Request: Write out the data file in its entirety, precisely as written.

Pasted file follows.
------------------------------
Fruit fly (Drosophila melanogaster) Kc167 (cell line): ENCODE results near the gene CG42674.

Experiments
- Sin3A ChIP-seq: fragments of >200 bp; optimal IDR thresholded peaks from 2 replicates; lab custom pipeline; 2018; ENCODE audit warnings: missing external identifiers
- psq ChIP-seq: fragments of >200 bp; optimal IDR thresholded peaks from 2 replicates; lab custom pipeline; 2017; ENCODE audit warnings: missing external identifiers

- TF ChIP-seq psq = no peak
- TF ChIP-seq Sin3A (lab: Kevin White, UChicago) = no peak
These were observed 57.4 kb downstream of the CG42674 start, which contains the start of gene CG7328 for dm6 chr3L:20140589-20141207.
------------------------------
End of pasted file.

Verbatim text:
Fruit fly (Drosophila melanogaster) Kc167 (cell line): ENCODE results near the gene CG42674.

Experiments
- Sin3A ChIP-seq: fragments of >200 bp; optimal IDR thresholded peaks from 2 replicates; lab custom pipeline; 2018; ENCODE audit warnings: missing external identifiers
- psq ChIP-seq: fragments of >200 bp; optimal IDR thresholded peaks from 2 replicates; lab custom pipeline; 2017; ENCODE audit warnings: missing external identifiers

- TF ChIP-seq psq = no peak
- TF ChIP-seq Sin3A (lab: Kevin White, UChicago) = no peak
These were observed 57.4 kb downstream of the CG42674 start, which contains the start of gene CG7328 for dm6 chr3L:20140589-20141207.